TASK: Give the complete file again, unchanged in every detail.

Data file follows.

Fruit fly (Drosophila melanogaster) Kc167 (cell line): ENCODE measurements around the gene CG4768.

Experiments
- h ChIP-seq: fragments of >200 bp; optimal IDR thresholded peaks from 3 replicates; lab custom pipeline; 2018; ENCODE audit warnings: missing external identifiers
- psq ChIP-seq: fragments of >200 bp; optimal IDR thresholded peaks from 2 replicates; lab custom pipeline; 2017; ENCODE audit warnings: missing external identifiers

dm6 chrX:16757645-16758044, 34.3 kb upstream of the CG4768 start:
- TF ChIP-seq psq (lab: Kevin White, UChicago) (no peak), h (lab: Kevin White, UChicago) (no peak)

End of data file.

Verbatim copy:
Fruit fly (Drosophila melanogaster) Kc167 (cell line): ENCODE measurements around the gene CG4768.

Experiments
- h ChIP-seq: fragments of >200 bp; optimal IDR thresholded peaks from 3 replicates; lab custom pipeline; 2018; ENCODE audit warnings: missing external identifiers
- psq ChIP-seq: fragments of >200 bp; optimal IDR thresholded peaks from 2 replicates; lab custom pipeline; 2017; ENCODE audit warnings: missing external identifiers

dm6 chrX:16757645-16758044, 34.3 kb upstream of the CG4768 start:
- TF ChIP-seq psq (lab: Kevin White, UChicago) (no peak), h (lab: Kevin White, UChicago) (no peak)